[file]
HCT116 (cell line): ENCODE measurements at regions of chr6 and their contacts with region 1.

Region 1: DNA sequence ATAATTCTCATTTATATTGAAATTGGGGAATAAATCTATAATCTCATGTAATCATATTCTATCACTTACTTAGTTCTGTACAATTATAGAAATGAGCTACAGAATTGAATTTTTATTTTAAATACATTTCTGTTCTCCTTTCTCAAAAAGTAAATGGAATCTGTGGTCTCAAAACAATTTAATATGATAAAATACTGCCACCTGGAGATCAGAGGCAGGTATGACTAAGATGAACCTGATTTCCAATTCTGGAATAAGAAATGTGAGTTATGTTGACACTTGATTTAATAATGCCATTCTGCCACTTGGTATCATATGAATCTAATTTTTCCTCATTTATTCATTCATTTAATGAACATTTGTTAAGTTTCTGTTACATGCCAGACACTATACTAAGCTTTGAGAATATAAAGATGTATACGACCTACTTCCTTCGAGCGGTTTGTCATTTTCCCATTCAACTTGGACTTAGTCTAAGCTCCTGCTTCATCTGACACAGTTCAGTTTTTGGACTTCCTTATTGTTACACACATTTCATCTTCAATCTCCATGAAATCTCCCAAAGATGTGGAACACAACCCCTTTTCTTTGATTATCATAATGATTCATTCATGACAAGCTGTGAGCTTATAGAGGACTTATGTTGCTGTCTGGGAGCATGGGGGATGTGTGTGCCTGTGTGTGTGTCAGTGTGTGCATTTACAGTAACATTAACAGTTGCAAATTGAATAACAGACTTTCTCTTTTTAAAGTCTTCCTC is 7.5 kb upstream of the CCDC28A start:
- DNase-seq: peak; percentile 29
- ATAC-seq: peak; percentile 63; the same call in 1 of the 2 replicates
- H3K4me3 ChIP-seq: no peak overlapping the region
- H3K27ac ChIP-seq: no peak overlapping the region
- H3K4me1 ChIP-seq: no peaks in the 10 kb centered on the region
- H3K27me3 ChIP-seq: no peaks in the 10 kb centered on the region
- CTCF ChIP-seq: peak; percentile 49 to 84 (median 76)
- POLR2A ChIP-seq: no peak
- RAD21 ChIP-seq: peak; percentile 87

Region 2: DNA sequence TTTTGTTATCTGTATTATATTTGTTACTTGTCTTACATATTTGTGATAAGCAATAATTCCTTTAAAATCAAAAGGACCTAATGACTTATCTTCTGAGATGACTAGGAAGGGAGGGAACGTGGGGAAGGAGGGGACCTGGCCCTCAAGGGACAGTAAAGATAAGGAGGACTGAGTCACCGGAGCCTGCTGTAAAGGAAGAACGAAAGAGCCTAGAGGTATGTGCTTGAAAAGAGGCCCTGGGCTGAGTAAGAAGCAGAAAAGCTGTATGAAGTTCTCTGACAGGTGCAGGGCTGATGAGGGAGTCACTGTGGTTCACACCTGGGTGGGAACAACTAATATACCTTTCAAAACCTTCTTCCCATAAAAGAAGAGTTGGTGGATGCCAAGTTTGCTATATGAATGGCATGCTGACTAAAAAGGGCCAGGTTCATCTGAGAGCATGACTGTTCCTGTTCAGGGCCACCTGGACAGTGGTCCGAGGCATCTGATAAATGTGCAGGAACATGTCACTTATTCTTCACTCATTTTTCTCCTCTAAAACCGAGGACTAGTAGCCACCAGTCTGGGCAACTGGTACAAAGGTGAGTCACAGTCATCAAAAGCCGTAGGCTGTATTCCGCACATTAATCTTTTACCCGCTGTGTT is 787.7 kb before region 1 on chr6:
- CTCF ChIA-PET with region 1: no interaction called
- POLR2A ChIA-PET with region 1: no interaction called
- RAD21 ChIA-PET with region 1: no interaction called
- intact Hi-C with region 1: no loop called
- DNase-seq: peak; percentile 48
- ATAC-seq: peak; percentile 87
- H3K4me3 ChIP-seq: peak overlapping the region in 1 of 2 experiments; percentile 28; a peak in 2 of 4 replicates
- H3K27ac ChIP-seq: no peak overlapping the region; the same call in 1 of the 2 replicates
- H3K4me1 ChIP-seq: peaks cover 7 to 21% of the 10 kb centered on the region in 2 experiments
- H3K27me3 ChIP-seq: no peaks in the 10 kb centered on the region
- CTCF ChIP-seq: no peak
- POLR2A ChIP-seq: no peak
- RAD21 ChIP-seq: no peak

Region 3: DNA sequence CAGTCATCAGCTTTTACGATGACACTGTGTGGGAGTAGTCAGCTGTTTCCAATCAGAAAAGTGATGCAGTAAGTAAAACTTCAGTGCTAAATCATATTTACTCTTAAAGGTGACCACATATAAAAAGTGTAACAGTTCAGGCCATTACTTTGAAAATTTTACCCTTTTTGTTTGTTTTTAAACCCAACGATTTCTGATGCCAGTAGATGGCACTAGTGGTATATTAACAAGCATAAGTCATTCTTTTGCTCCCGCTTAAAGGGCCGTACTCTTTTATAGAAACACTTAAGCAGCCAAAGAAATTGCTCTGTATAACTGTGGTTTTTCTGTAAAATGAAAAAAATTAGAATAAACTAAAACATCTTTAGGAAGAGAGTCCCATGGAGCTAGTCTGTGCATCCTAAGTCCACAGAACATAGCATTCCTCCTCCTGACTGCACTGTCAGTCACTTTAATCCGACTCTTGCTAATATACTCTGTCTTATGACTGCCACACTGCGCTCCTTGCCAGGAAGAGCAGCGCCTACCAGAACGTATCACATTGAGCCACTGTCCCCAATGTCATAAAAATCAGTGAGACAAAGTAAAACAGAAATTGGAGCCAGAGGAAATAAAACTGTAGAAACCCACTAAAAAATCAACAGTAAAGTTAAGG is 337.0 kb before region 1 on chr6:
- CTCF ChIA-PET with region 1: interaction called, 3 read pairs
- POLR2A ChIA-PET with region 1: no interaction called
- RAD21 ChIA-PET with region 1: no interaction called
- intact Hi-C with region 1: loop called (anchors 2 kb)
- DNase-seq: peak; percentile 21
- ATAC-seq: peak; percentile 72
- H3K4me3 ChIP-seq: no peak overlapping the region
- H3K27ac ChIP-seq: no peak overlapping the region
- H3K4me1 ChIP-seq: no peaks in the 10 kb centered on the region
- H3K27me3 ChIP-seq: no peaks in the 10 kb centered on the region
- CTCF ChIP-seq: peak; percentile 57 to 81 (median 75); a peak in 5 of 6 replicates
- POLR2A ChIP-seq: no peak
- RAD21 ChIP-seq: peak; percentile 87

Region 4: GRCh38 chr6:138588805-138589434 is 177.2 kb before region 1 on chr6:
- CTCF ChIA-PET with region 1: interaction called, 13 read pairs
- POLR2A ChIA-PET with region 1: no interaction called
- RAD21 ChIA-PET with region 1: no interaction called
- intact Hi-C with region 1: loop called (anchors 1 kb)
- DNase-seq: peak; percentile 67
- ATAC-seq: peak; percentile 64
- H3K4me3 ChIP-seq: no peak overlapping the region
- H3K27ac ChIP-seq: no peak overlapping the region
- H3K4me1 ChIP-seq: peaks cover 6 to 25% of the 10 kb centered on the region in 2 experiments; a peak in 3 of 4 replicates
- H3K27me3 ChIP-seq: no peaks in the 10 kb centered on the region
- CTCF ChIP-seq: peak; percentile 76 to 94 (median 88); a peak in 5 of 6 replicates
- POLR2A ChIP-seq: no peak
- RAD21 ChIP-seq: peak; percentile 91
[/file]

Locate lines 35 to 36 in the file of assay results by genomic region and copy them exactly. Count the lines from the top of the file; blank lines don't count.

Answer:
- H3K4me1 ChIP-seq: no peaks in the 10 kb centered on the region
- H3K27me3 ChIP-seq: no peaks in the 10 kb centered on the region